Some of my closest friends in my sorority rushed in the spring as opposed to the beginning of the fall semester. Talking with them and having helped plan spring recruitment, we all came to the common conclusion that spring recruitment is the best!!!

I know that a lot of girls hold themselves back from joining a sorority because of the overwhelming journey it takes to receive a bid. However, spring recruitment is different because often times it is a whole lot more low key and less intense than the typical fall recruitment. It is done on a much smaller scale and really allows you to talk with a handful of sisters in order to get a better idea of what the sorority offers. There can be games, food, and activities involved - who doesn't love the sound of that??!

Maybe last semester was a tough one or you just weren't sure sorority life was for you- whatever the case may be, now is your opportunity to be a part of one of the best things college has to offer!

I'll admit I definitely did not see myself as the "typical sorority girl," but here I am convincing you to take a chance. I can truthfully say that the time I have spent in my sorority has given me some of my favorite memories and has proven to be the biggest blessing. Being a sister has allowed me to travel, find personal growth, develop the strongest of friendships, and ultimately has given me the best support system. Going through my college experience knowing that I have a group of girls that have my back and are there to support me 24/7 has been such a gift. Plus it is always fun to have a class or study buddy! Not only do you gain best friends, but you truly do gain a family as well.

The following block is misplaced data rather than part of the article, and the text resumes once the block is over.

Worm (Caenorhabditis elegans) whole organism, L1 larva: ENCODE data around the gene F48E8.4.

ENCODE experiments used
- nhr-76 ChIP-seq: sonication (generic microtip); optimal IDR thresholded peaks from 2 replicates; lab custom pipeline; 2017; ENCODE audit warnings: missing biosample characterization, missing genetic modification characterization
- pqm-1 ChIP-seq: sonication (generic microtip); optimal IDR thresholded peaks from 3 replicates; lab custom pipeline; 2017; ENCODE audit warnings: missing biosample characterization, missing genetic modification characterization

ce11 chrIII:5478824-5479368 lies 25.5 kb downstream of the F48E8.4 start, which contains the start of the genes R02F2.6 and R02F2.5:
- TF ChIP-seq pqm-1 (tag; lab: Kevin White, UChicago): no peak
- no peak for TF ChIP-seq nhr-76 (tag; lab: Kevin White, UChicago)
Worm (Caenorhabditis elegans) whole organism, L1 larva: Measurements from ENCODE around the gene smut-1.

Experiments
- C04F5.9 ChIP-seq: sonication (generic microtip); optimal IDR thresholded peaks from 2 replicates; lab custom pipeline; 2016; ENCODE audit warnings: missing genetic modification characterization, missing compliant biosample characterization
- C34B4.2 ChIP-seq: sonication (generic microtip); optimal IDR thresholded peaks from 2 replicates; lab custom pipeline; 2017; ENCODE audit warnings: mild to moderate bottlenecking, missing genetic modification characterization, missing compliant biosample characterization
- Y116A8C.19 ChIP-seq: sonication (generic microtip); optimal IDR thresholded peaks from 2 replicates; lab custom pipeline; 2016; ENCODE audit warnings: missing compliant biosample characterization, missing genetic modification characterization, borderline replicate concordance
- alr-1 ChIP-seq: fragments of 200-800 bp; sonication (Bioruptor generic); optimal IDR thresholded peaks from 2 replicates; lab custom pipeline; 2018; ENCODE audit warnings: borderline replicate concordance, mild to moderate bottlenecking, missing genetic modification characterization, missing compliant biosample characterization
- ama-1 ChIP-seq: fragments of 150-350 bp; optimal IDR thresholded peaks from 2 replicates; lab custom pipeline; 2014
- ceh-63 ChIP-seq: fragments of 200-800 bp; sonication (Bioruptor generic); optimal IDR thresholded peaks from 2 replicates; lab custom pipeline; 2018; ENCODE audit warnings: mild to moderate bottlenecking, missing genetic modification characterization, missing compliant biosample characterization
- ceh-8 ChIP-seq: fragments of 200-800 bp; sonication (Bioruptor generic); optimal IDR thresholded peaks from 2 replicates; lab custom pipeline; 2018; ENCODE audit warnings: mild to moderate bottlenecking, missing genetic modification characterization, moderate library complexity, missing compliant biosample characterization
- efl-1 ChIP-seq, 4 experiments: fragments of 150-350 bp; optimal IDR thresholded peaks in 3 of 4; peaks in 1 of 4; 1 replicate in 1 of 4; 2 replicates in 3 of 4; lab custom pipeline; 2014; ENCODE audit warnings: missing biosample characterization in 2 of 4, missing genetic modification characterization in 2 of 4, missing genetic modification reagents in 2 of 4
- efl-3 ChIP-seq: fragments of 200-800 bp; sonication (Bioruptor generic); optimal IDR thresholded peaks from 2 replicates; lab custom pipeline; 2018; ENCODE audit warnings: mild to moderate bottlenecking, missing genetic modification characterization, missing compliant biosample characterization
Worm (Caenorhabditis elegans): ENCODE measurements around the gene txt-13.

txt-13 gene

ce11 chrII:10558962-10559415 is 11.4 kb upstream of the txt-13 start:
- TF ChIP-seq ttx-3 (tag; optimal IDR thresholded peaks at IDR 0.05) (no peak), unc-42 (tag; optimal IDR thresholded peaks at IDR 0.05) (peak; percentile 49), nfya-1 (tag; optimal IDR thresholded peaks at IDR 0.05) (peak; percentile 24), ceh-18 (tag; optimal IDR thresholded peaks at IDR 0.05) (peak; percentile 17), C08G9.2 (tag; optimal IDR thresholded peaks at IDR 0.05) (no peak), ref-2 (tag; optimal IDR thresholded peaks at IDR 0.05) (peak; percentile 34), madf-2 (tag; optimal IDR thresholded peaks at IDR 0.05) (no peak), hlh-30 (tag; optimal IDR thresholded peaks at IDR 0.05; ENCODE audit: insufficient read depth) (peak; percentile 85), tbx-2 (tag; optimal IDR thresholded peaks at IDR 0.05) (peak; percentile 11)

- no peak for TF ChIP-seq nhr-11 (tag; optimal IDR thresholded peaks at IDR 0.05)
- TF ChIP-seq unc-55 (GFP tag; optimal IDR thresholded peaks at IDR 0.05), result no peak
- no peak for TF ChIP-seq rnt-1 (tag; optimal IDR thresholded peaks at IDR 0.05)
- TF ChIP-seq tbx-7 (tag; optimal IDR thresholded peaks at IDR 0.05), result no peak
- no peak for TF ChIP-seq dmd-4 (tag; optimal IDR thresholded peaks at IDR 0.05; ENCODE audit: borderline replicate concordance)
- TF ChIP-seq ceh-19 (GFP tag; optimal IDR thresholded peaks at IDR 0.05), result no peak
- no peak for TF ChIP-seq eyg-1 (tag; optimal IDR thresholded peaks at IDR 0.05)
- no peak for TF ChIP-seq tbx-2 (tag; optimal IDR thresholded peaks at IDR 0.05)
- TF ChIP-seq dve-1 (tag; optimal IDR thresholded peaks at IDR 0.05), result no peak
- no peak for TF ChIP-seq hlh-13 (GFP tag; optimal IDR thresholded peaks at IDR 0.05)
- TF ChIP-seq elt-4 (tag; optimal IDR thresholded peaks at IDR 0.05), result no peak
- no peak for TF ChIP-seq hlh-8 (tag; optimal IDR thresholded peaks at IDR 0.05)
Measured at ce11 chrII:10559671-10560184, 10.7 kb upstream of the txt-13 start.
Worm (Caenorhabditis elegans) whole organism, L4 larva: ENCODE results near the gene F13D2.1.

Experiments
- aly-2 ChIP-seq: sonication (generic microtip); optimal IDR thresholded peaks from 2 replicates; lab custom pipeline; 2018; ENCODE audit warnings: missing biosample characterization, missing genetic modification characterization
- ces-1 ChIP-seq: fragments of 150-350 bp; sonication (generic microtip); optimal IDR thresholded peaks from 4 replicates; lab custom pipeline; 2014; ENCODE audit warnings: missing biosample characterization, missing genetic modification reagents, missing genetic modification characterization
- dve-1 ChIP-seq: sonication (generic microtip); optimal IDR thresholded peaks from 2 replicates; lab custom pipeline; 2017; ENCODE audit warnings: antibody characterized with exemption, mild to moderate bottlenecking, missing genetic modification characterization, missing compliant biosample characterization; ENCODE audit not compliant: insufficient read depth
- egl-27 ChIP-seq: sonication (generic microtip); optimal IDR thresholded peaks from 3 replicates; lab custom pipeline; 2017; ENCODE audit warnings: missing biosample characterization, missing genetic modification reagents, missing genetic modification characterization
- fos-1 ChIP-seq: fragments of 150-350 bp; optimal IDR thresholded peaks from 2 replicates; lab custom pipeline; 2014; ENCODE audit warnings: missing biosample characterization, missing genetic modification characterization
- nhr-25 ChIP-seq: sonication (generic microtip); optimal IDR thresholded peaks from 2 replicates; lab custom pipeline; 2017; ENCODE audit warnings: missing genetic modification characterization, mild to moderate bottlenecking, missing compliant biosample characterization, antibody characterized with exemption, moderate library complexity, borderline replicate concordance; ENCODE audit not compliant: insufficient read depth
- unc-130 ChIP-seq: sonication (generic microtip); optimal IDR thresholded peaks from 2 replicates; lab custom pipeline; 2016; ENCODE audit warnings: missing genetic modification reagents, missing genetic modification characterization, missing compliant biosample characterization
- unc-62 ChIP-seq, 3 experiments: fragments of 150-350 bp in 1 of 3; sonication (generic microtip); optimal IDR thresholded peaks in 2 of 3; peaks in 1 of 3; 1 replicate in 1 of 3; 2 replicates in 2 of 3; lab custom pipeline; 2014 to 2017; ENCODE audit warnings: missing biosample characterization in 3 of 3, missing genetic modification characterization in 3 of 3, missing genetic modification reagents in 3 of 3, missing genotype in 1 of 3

I know it can be a daunting task to put yourself out into an unfamiliar setting with new people, but I promise, if you embrace the experience and stay open you may just find yourself hanging out with your new best friends. Going through recruitment forces you of your comfort zone and pushes you in the best ways possible. Start the year off experiencing something new and exciting! It is so much fun to get to talk to new people and hear all new stories. I can truly tell you that I have laughed louder and smiled more because of taking a chance and going through recruitment. Seeing my sisters brightens my day and adds more joy to my life. And besides, what girl doesn't love an excuse to get all dolled up and put on her cutest outfit?!

Recruitment is a 11/10 experience – would 100% recommend!